Leading from the front, getting it in behind

Experience has taught me at least one thing: it always take me a while to re-adjust to playing live in Ireland after Vegas.

Doke's PocketFives Poker Player Profile

Click image above to check out my PocketFives player profile

Do you wanna be in my gang, my gang?

As you may have read elsewhere, I've been appointed the new Team Irish Eyes Poker captain. Click image above to find out more.

The end of the dream.....for now

Maybe I should stop writing mid tournament blogs as it never seems to end well.

Monday, December 4, 2017

Back to Bucharest

This time last year I travelled to Bucharest  at the invitation of Unibet to play the Unibet Open. They also invited my friends Daiva Byrne, David Lappin and Ian Simpson . When I got to the hotel, Daiva was about to win the Ladies Invitational Sit and Go, besting a field that including Luciana Manolea (probably the best female online player in the world) and Kat Arnsby (probably the mouthiest). We were already talking to Unibet about the possibility of representing them as brand ambassadors, and having seen at first hand Unibet's unparalleled commitment to providing players with a great live experience, we all left Bucharest clear in our minds that Unibet was the site we wanted to represent (there was interest in all of us from elsewhere).

The deals were finalised at the next Open in London, and although this wasn't the first time for me to represent a site, it has been uniquely rewarding and special to do so alongside my old friends and new (David Vanderheyden, Espen Jorstad and later addition Rauno Tahvonnen) and to get to know some amazing people who work for Unibet, and see familiar friendly player faces at all the stops. So going back to Bucharest one year on as an ambassador felt special, not least because I love the city and the people there.

This year I arrived in time to late register the High Roller hoping to bring the title back to Ireland for a second year running (my friend Keith Cummins won it last year). Day one was an uneventful one for me: I barely played a hand and bagged up less than starting stack.

I came back and managed to spin it up, mostly by holding in 70/30 spots with the occasional flip thrown in. Having dipped as low as six big blinds, it was pretty sweet to find myself on the bubble and the feature table late in the day, albeit as one of the short stacks. I was railed loyally by Daiva and Ian, and Djarii, Simon Steedman and Josh Barker also dropped by to offer words of encouragement as the bubble dragged on tortuously. Special shoutout to Daiva who came straight from a very tilting bust in the main to the rail, and fed me vital info from the stream as well as keeping me informed of the shorter stacks on the other table.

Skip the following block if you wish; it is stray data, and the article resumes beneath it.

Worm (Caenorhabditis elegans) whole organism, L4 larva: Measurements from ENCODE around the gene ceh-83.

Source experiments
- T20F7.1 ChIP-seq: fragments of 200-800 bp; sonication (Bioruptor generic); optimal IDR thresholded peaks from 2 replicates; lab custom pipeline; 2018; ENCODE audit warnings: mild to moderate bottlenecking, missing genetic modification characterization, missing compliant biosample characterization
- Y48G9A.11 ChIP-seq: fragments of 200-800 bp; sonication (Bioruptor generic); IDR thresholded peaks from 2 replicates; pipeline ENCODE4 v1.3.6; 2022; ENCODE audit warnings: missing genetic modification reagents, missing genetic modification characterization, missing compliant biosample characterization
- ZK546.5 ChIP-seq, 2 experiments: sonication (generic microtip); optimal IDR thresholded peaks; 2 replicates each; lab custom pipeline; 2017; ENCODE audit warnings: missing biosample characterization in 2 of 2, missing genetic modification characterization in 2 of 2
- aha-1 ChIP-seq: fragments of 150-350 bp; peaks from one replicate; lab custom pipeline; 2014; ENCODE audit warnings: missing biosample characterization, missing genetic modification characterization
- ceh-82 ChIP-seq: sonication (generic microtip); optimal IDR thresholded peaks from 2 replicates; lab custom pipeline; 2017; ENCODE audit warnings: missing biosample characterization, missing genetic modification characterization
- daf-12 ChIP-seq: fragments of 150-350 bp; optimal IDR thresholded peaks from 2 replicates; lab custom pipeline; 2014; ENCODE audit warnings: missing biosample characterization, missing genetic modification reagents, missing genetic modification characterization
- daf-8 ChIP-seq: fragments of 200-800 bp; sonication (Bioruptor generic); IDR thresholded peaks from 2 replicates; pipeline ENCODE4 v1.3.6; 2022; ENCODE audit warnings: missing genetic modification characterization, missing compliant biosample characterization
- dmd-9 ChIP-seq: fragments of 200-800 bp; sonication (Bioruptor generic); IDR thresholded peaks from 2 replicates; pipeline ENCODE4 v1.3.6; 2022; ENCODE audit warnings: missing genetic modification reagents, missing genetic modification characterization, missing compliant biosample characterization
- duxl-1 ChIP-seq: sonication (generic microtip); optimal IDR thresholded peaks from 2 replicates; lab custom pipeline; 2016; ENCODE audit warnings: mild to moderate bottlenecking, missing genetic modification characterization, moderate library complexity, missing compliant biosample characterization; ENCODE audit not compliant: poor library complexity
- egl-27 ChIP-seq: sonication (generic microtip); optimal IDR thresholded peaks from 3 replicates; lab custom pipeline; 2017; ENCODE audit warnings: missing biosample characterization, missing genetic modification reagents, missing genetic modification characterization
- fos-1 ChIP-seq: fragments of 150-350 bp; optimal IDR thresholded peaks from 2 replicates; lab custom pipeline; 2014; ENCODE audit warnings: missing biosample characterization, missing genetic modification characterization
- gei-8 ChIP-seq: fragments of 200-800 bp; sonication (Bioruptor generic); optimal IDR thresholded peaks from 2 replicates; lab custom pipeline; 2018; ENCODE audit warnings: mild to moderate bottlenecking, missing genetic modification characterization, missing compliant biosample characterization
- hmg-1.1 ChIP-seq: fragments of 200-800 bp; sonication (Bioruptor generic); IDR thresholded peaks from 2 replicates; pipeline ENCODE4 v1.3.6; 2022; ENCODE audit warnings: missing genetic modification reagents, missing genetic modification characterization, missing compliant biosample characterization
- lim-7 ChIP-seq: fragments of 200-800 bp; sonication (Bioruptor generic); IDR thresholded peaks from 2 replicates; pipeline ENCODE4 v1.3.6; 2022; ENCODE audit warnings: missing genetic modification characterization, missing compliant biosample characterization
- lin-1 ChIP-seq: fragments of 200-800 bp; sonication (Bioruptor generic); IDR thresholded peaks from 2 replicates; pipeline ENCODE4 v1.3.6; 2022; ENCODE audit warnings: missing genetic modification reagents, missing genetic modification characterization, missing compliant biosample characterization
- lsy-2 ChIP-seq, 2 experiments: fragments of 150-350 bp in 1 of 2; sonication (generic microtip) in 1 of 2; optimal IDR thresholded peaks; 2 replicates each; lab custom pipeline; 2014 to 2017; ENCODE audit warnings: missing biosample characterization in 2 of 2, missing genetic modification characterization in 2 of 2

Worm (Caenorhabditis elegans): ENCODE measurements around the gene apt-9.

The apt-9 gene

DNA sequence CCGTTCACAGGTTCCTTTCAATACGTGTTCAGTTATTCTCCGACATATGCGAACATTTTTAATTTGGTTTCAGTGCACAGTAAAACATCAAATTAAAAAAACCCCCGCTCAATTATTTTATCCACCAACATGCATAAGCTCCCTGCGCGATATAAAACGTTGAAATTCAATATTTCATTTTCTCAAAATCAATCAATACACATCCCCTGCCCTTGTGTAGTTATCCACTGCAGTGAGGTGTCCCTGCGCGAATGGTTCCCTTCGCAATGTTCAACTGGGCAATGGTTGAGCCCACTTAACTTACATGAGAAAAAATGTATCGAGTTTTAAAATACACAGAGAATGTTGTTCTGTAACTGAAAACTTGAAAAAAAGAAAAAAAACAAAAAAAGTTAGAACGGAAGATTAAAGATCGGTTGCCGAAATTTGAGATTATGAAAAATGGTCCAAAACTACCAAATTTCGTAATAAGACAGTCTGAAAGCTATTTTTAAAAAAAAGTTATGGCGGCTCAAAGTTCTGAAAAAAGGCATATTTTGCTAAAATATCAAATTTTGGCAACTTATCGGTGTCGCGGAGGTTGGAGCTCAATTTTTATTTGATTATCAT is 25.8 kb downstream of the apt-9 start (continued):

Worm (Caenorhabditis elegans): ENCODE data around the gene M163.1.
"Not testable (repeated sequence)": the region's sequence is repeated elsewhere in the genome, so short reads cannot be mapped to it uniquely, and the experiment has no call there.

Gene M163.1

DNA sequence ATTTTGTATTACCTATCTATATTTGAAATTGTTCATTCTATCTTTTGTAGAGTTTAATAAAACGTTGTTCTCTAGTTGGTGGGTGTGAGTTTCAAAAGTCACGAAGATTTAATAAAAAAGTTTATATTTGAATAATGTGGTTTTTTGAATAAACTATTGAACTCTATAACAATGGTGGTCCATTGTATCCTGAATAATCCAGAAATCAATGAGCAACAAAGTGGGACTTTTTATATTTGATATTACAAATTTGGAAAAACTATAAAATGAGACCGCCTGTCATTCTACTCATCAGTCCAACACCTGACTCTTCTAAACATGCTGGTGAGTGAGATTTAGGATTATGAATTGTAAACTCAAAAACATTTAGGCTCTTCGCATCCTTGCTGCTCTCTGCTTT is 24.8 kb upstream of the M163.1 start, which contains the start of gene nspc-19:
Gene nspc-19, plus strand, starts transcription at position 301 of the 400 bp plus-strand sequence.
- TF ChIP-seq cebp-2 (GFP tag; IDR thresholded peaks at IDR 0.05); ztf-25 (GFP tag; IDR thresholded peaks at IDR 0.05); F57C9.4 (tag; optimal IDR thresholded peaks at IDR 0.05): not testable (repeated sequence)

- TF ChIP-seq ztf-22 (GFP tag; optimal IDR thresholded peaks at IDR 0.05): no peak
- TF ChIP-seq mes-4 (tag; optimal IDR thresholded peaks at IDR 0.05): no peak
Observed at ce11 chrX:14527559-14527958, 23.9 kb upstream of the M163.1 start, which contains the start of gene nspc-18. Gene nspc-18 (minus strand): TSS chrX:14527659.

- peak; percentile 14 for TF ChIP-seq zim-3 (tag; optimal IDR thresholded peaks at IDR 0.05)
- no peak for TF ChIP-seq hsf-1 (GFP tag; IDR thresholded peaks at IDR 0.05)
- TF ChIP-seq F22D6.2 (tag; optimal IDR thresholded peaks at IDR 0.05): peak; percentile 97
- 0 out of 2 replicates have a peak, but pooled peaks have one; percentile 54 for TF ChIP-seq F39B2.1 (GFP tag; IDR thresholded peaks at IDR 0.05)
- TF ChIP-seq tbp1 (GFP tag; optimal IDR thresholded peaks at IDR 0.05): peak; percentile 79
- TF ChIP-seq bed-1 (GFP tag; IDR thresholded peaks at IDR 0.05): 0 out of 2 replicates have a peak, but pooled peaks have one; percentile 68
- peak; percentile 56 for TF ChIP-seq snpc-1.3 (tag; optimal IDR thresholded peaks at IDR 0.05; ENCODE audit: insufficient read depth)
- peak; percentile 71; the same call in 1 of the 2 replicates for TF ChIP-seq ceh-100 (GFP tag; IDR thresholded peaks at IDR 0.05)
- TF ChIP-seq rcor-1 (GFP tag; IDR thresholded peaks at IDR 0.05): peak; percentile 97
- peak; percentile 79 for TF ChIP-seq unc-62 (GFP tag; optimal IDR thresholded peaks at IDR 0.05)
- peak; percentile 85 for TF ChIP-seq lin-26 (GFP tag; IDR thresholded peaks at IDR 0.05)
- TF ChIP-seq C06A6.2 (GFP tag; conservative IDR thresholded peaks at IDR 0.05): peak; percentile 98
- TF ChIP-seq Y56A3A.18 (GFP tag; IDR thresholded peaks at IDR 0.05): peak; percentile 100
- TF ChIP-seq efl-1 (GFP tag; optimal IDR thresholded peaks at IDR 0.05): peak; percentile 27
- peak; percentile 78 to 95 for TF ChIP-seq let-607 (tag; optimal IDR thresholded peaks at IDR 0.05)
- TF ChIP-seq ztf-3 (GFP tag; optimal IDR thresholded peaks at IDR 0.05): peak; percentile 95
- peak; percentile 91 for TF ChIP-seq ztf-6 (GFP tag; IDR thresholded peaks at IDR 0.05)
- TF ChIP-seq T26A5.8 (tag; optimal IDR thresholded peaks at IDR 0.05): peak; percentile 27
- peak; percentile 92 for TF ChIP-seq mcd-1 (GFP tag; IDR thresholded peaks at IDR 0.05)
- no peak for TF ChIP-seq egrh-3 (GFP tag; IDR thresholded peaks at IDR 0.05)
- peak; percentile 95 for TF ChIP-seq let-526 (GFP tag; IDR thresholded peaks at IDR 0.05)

I got lucky on the bubble when I shoved queens from the small blind over a button raise and ran straight into the big blind's aces. I flopped a queen but had to fade a flush draw on small club board. My opponent picked up a gutshot on the turn to give him too many outs, and the river bricked out.

My mind immediately switched from "lock up the min cash" to "ramp up the pressure on the bubble and get to the final table with a commanding stack". That lasted all of one hand. Folded to me on the button with two shorter stacks behind who should be calling off super tight due to the bubble and the shortness of one of the stacks on the other table, I decided that meant 65s on the button was a profitable shove. It's a hand with very good equity against anything other than a pair, or a dominating hand. It's hard to have a pair (we get dealt one only 6% of the time, and I'm in good shape against the lower ones so I really only run into trouble 10% of the time with two players behind), I should never be dominated because no unpaired hand with a five or a six should call, and even if I run into ace king I'll get there over 41% of the time.

As it was, the small blind made a very light call with ace nine offsuit, perhaps tilted by having his aces just cracked. It was my turn to flop the world and turn the universe, but again too many outs led to a bricked river. That put me back in bubble survival mode, which thankfully I did. I then eliminated a shorty, Elvis Petcu, when my bad ace held against his king queen, to have grounds for optimism that I could press on to the final table.

At a break I scampered off to take part in a Secret Santa organised between the ambassadors and Unibet staff. That dragged on a bit longer than the break which meant I didn't get to open my present, but also lost my rail of Daiva and Ian.